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Sandy Journal

Alta High assistant principal to run Boston Marathon to help fund cancer research

Mar 01, 2024 02:27PM ● By Julie Slama

Alta High Assistant Principal Melissa Lister, a trail runner and mountain biker, competes in races that reach the top of ski resorts and back down and next month, she’ll race in the Boston Marathon. (Photo courtesy of Melissa Lister)

Growing up to Turkish immigrants who practiced their traditional customs, Melissa Lister didn’t dream of running the Boston Marathon. It was a stretch for her to have permission to try out for her high school JV soccer team.

In April, the Alta High assistant principal will lace up her running shoes to race 26.2 miles of familiar roads not just for herself, but to help those battling cancer.

Lister’s journey began growing up with her siblings in Fort Lauderdale; her parents moved there in the 1970s. Her dad, who used to sell newspapers on the subway stations as a boy, and her mother both worked hard in Florida. He was the true Turkish man, having a passion for eating feta cheese and olives every day.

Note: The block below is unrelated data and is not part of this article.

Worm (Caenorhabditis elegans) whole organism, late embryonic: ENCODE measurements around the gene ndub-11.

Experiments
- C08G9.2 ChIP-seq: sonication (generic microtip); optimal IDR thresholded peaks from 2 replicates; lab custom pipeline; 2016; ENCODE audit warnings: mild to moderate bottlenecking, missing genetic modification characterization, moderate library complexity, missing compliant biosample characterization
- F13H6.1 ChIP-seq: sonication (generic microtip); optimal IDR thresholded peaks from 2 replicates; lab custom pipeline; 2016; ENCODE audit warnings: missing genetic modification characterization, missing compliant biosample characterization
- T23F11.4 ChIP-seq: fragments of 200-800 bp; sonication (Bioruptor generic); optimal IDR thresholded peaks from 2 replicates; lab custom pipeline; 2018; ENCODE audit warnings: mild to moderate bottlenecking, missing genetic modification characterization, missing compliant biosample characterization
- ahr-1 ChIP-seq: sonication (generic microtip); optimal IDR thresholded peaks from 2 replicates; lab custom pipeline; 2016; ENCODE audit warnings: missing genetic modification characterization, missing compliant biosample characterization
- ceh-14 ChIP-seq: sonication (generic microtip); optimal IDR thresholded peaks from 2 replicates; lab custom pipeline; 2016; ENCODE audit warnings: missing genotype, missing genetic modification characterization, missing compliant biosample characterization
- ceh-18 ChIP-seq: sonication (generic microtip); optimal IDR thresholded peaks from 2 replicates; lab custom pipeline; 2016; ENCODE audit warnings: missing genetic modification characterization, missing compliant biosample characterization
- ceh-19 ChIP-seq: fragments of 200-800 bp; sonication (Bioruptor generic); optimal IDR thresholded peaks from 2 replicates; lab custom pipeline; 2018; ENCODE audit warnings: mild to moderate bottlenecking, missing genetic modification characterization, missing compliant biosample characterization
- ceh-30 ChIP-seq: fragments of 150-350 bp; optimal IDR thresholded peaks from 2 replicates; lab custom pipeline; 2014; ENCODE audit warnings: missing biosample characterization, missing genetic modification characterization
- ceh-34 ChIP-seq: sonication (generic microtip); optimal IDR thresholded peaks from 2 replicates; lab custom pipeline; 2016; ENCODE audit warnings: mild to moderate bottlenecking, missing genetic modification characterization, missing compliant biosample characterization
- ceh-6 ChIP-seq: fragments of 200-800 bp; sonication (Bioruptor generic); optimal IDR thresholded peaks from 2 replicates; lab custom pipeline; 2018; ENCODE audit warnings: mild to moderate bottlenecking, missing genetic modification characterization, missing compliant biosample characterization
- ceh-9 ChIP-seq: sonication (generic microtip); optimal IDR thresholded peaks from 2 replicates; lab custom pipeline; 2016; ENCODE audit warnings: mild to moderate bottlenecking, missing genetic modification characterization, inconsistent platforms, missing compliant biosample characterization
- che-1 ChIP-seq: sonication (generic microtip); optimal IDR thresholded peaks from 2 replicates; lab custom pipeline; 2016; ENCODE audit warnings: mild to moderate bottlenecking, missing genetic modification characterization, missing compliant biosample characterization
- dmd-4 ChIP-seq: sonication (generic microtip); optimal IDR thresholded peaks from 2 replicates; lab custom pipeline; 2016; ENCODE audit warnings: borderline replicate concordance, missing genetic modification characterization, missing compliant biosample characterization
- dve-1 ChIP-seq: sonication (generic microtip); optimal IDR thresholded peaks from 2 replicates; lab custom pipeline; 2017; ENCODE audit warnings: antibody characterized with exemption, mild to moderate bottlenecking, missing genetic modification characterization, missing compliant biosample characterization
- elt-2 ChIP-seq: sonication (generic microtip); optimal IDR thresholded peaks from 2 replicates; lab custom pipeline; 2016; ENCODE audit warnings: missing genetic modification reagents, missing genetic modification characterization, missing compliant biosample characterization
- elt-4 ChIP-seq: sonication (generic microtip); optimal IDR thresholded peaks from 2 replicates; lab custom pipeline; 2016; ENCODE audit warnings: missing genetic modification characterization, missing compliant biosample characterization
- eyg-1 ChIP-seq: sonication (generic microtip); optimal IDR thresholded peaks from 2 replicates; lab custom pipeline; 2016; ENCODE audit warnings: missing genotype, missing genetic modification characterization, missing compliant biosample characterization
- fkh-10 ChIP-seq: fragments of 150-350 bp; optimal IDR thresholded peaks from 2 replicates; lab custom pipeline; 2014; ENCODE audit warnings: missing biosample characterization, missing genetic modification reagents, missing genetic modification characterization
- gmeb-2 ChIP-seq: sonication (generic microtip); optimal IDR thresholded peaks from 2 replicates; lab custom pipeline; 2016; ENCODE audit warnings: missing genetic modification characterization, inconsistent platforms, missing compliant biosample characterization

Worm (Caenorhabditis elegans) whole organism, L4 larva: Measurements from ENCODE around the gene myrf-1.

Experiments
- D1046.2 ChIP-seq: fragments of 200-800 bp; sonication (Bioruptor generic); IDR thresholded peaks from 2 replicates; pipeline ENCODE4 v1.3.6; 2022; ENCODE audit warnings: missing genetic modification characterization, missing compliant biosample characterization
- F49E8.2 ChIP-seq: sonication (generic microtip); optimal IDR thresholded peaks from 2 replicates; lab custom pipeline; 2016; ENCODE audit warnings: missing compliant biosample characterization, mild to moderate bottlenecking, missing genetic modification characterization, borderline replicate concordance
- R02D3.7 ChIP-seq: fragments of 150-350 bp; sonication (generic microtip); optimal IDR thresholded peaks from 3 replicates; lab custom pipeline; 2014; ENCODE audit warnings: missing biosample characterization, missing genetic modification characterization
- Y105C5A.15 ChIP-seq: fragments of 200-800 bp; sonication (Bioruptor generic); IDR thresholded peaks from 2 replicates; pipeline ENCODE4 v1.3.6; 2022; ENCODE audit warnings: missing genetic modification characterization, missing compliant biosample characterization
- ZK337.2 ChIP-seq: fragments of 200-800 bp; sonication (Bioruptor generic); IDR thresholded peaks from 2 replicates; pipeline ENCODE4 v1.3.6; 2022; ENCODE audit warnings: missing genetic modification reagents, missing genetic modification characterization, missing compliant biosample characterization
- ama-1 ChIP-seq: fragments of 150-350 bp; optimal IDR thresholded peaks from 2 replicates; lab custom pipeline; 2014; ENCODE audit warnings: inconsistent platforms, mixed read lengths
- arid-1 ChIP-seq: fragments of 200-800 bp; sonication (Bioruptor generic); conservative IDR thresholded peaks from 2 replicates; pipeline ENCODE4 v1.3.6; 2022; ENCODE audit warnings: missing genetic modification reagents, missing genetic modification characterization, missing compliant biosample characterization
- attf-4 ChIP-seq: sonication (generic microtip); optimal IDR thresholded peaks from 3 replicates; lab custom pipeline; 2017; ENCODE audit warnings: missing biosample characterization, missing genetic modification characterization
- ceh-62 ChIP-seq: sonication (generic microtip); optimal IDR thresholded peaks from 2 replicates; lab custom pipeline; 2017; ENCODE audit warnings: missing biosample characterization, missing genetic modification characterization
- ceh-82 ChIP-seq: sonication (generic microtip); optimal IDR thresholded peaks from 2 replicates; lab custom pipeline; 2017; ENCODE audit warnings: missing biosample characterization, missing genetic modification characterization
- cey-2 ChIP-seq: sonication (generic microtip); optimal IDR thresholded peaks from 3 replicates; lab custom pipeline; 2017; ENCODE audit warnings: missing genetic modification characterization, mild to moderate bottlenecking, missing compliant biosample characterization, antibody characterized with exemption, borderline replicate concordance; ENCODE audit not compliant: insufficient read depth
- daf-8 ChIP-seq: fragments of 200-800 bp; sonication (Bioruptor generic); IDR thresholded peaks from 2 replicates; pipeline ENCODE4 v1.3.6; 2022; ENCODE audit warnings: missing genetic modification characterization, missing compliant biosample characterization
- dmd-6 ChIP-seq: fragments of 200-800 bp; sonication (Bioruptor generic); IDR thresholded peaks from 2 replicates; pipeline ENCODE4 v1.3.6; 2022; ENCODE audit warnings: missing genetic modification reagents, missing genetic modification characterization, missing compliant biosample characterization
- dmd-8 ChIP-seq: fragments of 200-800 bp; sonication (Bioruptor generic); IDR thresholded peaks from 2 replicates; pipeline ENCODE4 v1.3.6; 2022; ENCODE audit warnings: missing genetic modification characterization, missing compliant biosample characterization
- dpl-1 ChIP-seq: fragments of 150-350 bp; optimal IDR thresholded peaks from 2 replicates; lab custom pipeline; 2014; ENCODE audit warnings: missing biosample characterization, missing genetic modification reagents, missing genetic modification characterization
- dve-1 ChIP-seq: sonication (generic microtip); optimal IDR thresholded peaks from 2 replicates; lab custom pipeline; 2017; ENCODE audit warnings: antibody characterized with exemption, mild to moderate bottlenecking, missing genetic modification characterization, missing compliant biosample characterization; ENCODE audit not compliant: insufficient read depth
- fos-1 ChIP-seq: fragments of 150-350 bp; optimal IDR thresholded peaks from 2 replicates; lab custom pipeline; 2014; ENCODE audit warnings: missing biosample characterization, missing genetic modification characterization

“Literally, for 50 years he worked as a waiter every day, so he wasn’t around for Christmas, Thanksgiving, Easter; I barely saw him because he was working seven days a week,” she said.

Lister bonded with him over soccer.

“My dad played pickup soccer as a kid in Turkey and he would watch the Turkish satellite TV to watch the Turkish soccer games, so he let me try out for the JV soccer team,” she said.

When the captain and goalkeeper got hurt, the coach told Lister she would take over both positions.

“I had never played soccer in my life other than that year. When my dad found that out, he said. ‘we’re going to the park. I’m going to kick balls at you and you’re going to catch them,’” she said. “He approached that like everything, with that hard work ethic. He always appeared to be in good health. I never thought anything would happen to my dad.”

Lister graduated from high school while taking honors classes. She was involved in student government, worked at a supermarket 35 hours per week and got a year of college completed while in high school. That allowed her to graduate college at Florida State one year early and land a teaching position before a hiring freeze. She eventually earned her master’s degree at Florida Atlantic.